quite a long precedent. The term "abomination" should be completely fair on a forum allegedly dedicated to analog practice. I was generically referring to how, given how inkjet has now taken over
the majority of amateur printing needs, it has basically replaced all the hideous image qualities once
provided by the corner Photomat. There are obviously very skilled practitioners of inkjet too, just as
many world-class printers previously chose Cibachrome or dye transfer as a premier medium. Visually,
optical prints still have certain seamless characteristics that can nearly be mimicked by top-end laser
printers, but not yet by inkjet, though it has its own appeal. This being APUG, one would at least
of imagine that there are some potential color darkroom workers tuning in here who will take advantage
of my own learning curve.
I always smile (usually only inwardly) when someone refers to their inkjet print as a Giclee print. Obviously the french-ified sort of word must be 'better', but it also translates as ejaculation-print.....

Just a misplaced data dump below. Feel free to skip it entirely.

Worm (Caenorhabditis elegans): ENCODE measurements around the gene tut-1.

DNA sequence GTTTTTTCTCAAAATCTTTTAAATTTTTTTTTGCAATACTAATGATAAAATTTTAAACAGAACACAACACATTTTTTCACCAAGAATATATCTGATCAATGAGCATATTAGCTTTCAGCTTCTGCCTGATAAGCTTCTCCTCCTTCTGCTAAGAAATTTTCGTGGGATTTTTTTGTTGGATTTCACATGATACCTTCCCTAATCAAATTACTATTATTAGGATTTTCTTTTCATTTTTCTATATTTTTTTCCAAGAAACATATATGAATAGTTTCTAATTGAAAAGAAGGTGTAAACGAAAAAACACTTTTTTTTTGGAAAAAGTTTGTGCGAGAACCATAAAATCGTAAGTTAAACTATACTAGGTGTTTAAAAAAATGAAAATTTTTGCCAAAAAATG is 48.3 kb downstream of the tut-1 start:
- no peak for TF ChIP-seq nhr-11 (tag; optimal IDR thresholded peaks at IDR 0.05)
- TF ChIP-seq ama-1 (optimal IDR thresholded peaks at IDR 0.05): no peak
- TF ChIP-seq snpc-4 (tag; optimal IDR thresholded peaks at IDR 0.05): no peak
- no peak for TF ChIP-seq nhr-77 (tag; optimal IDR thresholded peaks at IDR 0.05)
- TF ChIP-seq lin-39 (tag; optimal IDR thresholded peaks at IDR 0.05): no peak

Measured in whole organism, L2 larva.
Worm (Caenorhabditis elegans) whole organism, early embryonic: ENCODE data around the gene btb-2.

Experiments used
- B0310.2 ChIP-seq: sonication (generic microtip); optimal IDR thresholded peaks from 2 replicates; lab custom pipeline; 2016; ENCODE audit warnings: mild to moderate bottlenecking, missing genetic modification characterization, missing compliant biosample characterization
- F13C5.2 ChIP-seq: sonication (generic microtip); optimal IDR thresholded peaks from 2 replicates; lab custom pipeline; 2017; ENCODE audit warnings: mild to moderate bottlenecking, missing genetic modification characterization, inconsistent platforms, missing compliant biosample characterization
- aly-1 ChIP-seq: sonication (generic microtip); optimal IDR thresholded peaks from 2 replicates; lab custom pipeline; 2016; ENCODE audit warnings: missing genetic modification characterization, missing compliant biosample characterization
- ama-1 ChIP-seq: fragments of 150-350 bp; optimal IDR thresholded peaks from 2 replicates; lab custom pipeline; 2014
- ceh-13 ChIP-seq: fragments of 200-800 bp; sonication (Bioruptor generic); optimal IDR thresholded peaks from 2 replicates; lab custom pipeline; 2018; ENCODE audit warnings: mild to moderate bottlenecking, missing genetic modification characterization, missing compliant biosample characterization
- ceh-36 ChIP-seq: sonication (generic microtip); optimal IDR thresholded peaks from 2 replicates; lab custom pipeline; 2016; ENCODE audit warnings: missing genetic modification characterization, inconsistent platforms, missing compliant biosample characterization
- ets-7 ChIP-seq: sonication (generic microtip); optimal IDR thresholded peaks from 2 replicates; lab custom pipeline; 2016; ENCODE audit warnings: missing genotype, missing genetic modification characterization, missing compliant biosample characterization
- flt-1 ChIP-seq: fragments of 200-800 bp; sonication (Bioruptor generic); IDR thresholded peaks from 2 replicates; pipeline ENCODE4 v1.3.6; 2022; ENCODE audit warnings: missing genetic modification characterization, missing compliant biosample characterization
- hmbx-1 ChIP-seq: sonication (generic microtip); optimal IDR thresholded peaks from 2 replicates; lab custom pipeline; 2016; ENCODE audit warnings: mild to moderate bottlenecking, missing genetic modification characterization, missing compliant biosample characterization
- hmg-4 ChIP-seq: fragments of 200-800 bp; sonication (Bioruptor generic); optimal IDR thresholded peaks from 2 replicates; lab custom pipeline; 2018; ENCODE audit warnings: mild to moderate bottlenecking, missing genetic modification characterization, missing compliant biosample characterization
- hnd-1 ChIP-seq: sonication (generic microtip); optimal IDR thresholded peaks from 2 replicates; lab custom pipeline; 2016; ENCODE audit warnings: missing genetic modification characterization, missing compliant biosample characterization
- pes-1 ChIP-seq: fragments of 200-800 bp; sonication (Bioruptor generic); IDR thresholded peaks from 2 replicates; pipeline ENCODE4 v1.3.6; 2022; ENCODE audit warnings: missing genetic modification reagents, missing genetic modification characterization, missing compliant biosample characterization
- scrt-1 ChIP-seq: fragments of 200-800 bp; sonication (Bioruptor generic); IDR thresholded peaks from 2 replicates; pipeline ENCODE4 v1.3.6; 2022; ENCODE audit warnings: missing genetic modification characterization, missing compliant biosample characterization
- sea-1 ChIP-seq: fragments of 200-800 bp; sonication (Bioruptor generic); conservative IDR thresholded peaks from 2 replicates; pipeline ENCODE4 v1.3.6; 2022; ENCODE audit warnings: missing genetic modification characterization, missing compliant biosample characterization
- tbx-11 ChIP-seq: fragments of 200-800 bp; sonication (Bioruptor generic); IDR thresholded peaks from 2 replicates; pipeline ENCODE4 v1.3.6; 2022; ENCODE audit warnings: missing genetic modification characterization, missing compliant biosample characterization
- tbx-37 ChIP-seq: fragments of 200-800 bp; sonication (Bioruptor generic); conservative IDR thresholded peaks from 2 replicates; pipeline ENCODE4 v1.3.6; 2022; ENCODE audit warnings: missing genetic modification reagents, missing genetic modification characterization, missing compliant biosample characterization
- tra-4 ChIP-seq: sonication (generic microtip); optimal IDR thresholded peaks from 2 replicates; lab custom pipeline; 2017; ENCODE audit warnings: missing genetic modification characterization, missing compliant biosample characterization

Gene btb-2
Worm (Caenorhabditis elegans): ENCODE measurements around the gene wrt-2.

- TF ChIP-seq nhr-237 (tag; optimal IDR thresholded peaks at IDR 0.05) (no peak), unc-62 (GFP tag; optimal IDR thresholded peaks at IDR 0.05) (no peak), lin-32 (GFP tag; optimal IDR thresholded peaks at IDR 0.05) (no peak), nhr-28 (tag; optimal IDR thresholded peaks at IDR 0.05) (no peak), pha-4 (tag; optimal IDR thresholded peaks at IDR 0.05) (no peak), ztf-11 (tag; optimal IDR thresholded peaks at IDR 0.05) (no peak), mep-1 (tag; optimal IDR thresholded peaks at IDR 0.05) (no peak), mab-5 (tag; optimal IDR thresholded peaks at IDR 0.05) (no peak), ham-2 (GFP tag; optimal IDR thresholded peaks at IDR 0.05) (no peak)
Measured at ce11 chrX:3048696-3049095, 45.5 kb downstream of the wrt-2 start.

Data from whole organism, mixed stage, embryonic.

Is RA-4 All There Is Now?
From the Google Translate app on my iPad:
Originally Posted by MartinP
Giclee: noun: splash, spurt, jet
Yup! Sounds about right.
Probably Aunt Maud's grandchildren would treasure their grandmother's holiday pictures, but they might throw your artsified (and meaningless to them) Ilfochrome abominations into the nearest skip/dumpster!
Originally Posted by DREW WILEY
San fairy ann,
Last edited by kevs; 04-09-2013 at 05:01 PM. Click to view previous post history.
Well... not exactly. People have purchased unframed work-print Cibas which I threw into the trash! I'm like to accommodate people, and if they can only afford to spend several hundred bucks per print, I
come up with something. They look good enough for general decor. The old faded Cibas seem to get
handed down to someone too. Never had heard of anyone throwing one out yet, though a few are probably well past their prime. And I'm sure Aunt Maud would look even more stately with all her nose warts and frills on her lil' ole lady hat in crisp focus on a fine Ciba print.